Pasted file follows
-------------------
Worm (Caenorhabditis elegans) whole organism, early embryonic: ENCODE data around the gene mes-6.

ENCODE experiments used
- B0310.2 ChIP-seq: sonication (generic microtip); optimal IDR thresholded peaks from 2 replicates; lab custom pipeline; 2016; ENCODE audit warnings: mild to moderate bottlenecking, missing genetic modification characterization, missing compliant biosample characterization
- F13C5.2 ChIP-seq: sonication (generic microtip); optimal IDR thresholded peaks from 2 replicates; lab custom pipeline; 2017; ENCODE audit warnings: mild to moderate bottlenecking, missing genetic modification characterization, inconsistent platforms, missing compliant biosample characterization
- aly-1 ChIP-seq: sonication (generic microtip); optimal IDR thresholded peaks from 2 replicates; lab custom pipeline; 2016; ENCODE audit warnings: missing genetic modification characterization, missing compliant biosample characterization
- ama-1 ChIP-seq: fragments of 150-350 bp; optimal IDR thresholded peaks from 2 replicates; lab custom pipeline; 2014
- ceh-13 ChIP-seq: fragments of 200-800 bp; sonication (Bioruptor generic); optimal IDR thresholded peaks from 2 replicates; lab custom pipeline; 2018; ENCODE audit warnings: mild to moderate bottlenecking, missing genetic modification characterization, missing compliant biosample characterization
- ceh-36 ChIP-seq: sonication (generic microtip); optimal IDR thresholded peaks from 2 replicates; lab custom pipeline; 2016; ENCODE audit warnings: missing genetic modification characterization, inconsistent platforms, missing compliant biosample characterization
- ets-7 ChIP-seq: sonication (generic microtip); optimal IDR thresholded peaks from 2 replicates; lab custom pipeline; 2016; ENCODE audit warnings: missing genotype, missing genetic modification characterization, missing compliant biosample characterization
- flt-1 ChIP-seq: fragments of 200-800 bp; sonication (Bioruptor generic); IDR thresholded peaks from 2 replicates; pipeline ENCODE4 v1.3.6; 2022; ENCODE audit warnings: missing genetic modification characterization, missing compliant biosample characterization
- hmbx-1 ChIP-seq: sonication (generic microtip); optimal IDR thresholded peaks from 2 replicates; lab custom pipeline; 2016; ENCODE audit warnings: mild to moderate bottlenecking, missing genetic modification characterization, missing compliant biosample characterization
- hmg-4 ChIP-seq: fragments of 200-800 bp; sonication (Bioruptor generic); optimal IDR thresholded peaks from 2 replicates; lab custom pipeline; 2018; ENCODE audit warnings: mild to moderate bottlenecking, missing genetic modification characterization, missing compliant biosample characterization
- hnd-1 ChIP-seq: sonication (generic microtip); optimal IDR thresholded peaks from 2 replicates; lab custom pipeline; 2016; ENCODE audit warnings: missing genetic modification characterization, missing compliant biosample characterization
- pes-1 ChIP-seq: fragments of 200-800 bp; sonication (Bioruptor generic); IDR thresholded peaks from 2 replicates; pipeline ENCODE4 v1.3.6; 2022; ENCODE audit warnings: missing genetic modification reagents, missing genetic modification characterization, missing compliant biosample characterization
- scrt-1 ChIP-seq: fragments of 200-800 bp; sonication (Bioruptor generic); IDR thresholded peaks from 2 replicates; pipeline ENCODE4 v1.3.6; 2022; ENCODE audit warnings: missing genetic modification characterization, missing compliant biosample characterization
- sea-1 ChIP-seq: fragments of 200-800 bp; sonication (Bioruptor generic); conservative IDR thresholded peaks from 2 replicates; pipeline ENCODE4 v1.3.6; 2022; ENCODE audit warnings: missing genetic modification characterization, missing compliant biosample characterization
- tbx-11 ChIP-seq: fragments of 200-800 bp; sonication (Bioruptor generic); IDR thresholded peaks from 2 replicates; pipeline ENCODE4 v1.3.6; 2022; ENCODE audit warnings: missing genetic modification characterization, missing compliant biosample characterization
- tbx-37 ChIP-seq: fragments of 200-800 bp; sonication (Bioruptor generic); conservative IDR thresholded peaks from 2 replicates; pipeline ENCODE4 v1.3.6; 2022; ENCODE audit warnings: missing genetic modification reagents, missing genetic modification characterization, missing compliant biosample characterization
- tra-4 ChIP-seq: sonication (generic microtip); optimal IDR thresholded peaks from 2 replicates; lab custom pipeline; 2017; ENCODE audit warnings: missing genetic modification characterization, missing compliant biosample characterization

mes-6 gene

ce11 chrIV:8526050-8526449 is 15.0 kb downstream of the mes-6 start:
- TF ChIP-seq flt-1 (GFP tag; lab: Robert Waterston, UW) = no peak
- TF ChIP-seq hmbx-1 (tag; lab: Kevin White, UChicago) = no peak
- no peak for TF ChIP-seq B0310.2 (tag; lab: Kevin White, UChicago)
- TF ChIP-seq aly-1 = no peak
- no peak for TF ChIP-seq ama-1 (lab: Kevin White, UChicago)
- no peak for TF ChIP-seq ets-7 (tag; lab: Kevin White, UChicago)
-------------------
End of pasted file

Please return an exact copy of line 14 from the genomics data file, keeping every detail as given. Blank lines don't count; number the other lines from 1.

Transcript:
- pes-1 ChIP-seq: fragments of 200-800 bp; sonication (Bioruptor generic); IDR thresholded peaks from 2 replicates; pipeline ENCODE4 v1.3.6; 2022; ENCODE audit warnings: missing genetic modification reagents, missing genetic modification characterization, missing compliant biosample characterization